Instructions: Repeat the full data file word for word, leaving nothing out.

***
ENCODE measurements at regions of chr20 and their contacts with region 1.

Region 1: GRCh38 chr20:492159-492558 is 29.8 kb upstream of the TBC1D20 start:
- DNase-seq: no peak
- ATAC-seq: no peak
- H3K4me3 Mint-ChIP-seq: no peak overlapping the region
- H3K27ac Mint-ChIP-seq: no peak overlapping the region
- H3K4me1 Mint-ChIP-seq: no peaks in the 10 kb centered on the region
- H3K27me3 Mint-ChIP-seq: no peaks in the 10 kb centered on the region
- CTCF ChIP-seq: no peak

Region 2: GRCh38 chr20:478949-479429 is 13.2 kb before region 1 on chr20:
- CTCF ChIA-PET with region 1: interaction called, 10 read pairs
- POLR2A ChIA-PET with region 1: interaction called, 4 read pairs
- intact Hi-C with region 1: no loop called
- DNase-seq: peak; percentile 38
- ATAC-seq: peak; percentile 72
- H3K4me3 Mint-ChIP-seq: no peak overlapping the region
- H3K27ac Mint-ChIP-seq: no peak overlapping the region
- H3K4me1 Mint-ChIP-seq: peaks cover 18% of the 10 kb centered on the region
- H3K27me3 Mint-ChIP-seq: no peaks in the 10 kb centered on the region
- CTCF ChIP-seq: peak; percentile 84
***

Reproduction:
ENCODE measurements at regions of chr20 and their contacts with region 1.

Region 1: GRCh38 chr20:492159-492558 is 29.8 kb upstream of the TBC1D20 start:
- DNase-seq: no peak
- ATAC-seq: no peak
- H3K4me3 Mint-ChIP-seq: no peak overlapping the region
- H3K27ac Mint-ChIP-seq: no peak overlapping the region
- H3K4me1 Mint-ChIP-seq: no peaks in the 10 kb centered on the region
- H3K27me3 Mint-ChIP-seq: no peaks in the 10 kb centered on the region
- CTCF ChIP-seq: no peak

Region 2: GRCh38 chr20:478949-479429 is 13.2 kb before region 1 on chr20:
- CTCF ChIA-PET with region 1: interaction called, 10 read pairs
- POLR2A ChIA-PET with region 1: interaction called, 4 read pairs
- intact Hi-C with region 1: no loop called
- DNase-seq: peak; percentile 38
- ATAC-seq: peak; percentile 72
- H3K4me3 Mint-ChIP-seq: no peak overlapping the region
- H3K27ac Mint-ChIP-seq: no peak overlapping the region
- H3K4me1 Mint-ChIP-seq: peaks cover 18% of the 10 kb centered on the region
- H3K27me3 Mint-ChIP-seq: no peaks in the 10 kb centered on the region
- CTCF ChIP-seq: peak; percentile 84